For most people, buying a home or condominium is the largest purchase they will likely make in their lives. When purchasing a home, do your homework the same as you would when buying any large item.
If you buy a large appliance, you would check different stores on prices and to see who may be having a sale. You would compare prices, warranties and other related charges before making your decision where to buy. The same principal applies when you buy a home.
Shop for lenders. Check your retail banks, mortgage brokers and mortgage lenders to compare interest rates and points. Go online to compare also. You should complete your “shopping” within a 14-day time period. That is the amount of time credit bureaus allow.
It’s always a good idea to compare prices from at least three different lenders. One of the largest closing costs is the administrative fees lenders charge. You can always negotiate with each lender until you settle on the one offering you the best price.
Compare prices on the disclosure forms. Lenders are required to provide borrowers with disclosure forms. The forms will list all the closing costs. This disclosure form should be given to you at least three business days before your scheduled closing date. Go over the forms, and use the time to compare prices for the third-party vendors (next paragraph).
Shop for third-party vendors. Most people rely on the lender to suggest third-party vendors such as appraisers, title companies, settlement servicers, surveyors and pest control. Again, shop around to get the best rates. When dealing with a lender, let the lender know you are shopping around, the lender may offer you a discount. When checking with third-party vendors, make sure the rate they give you can not be changed.
Schedule the closing at the end of the month. You’re required to prepay accrued interest from the closing date to the end of the month. By closing near the end of the month you’ll only have to pay a few days worth of interest.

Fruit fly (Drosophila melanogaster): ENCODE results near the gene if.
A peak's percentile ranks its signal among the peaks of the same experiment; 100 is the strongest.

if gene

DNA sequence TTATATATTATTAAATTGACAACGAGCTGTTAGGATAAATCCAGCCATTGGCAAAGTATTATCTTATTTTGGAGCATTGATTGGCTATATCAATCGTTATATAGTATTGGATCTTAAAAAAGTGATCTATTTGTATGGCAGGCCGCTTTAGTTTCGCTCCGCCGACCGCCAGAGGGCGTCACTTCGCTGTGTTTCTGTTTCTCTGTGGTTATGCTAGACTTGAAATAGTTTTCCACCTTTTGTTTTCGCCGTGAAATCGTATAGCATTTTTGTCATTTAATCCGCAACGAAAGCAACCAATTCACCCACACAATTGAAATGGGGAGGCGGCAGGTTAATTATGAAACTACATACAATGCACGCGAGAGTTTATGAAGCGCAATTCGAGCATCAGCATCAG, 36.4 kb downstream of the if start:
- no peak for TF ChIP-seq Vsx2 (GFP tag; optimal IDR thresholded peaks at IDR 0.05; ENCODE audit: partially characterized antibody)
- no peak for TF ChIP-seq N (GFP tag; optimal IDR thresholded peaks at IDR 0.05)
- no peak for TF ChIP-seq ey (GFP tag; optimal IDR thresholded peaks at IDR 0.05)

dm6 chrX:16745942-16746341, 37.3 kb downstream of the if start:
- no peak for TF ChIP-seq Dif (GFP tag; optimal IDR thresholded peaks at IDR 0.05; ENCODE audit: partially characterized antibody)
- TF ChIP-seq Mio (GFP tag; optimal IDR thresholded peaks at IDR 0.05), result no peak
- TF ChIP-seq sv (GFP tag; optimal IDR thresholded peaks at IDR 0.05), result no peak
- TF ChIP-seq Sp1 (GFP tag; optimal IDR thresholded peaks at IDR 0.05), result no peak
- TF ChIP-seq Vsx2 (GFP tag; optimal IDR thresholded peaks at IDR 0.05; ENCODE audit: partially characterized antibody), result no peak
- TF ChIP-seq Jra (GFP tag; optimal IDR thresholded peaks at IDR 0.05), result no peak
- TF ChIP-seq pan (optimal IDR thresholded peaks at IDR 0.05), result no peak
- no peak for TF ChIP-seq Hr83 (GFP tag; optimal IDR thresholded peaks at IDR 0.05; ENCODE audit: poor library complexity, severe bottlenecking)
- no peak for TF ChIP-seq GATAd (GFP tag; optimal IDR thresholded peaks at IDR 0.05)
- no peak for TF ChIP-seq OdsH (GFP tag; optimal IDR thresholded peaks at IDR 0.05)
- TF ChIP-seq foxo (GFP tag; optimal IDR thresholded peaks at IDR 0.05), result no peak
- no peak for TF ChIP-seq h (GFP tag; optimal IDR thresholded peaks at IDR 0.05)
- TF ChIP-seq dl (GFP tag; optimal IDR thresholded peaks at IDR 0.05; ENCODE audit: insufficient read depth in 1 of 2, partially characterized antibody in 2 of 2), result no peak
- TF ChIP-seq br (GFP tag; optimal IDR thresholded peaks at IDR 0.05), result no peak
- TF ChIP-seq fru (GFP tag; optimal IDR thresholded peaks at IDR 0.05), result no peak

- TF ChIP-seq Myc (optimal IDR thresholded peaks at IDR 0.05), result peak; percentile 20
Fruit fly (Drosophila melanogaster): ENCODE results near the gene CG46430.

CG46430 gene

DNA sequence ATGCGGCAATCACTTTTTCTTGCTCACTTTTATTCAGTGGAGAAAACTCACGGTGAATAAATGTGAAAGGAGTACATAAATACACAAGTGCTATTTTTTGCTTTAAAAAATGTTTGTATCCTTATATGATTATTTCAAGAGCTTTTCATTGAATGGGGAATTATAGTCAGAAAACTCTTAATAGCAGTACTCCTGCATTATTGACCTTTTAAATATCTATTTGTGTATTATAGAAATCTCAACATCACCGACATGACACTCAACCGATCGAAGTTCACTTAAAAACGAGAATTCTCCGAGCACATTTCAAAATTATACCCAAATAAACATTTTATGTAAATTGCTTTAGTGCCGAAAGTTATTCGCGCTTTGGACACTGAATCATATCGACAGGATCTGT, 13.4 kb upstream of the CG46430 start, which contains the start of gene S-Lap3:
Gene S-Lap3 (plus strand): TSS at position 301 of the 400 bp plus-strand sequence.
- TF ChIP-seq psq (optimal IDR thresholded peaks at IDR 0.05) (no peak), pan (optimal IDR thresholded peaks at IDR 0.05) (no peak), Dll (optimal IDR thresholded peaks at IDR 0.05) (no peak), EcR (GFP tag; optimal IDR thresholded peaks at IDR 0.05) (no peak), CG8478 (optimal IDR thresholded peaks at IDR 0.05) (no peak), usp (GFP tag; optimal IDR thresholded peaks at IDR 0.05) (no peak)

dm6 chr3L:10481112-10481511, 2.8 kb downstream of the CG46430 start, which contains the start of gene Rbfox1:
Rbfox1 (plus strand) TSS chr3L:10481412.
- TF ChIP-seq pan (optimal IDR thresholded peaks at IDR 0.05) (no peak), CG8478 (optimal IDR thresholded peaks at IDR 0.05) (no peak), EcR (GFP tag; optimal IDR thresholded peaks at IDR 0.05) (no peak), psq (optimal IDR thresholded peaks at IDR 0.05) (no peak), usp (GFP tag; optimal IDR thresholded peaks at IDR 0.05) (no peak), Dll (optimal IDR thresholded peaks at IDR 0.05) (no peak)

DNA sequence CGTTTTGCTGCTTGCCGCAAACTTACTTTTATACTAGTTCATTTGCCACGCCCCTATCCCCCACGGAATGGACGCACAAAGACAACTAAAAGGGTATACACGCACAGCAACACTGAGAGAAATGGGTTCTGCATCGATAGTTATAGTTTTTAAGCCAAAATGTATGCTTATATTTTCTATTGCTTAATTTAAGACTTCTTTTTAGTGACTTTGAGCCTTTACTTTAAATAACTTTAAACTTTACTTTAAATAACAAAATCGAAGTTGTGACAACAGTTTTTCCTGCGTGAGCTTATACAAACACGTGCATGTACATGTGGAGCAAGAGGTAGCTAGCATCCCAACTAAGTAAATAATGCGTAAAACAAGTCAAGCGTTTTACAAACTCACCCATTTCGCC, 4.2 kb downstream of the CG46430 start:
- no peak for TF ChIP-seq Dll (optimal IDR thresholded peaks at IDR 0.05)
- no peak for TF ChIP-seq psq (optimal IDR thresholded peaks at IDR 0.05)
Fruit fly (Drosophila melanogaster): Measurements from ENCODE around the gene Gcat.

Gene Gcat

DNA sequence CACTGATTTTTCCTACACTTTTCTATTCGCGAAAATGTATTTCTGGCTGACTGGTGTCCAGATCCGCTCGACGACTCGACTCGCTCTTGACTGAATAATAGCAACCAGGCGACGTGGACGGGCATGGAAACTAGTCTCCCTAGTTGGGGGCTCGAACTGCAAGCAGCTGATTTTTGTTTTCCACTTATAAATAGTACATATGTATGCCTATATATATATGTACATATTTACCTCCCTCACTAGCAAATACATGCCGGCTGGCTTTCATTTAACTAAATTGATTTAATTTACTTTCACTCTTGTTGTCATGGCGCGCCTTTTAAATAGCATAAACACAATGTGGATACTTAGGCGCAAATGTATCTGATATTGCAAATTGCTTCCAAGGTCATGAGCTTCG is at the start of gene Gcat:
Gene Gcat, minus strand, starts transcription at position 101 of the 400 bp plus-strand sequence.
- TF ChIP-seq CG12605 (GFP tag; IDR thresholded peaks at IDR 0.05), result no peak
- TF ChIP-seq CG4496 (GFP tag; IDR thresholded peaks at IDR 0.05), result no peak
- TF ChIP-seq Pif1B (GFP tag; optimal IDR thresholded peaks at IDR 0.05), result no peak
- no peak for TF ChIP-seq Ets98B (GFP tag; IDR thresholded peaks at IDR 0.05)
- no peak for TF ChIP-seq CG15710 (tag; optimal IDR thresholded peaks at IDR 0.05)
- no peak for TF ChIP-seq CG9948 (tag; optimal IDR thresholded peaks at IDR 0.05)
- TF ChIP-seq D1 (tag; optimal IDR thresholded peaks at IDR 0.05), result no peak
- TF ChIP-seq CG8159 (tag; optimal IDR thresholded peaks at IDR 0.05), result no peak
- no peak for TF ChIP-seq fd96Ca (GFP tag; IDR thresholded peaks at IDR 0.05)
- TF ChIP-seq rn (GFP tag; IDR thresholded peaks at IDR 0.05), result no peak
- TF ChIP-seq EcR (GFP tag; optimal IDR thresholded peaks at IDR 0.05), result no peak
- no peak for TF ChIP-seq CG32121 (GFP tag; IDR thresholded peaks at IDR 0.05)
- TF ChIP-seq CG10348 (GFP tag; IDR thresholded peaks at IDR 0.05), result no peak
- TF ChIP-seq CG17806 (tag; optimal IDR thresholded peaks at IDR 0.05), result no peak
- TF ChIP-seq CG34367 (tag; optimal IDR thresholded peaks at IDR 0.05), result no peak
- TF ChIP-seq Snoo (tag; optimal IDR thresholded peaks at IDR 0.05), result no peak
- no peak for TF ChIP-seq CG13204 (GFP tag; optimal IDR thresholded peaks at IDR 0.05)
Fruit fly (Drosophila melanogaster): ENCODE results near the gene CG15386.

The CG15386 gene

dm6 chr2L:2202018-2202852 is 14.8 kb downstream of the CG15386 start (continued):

Lock in your interest rate. If you suspect interest rates will be rising before you close or if the market is volatile, lock in your interest rate. Typically you can lock in an interest rate at 30-day, 60-day or 90-day before closing. Check what the charges are, as a 90-day will cost more than a 30-day lock-in.
Think of hiring a real estate lawyer. A qualified Denver real estate attorney can review your documents and help protect you such as removing any harmful language and/or requirements. The attorney will also review the title report to verify there are no obstructions and will explain and review all the closing documents. Remember - you are signing very important legal documents on a large purchase that can affect your entire life. You don’t want any ‘surprises’ later.
For more information regarding real estate closings, or any other real estate matters, contact our Denver, Colorado real estate lawyers at 303-618-2122. You can also visit www.gantenbeinlaw.com. Gantenbein Law Firm also practices Tax Law, Business Law, Probate Law, Wills & Trusts, Estate Planning, Elder Law, HOA Defense, Foreclosure Defense and Credit Repair and Dispute.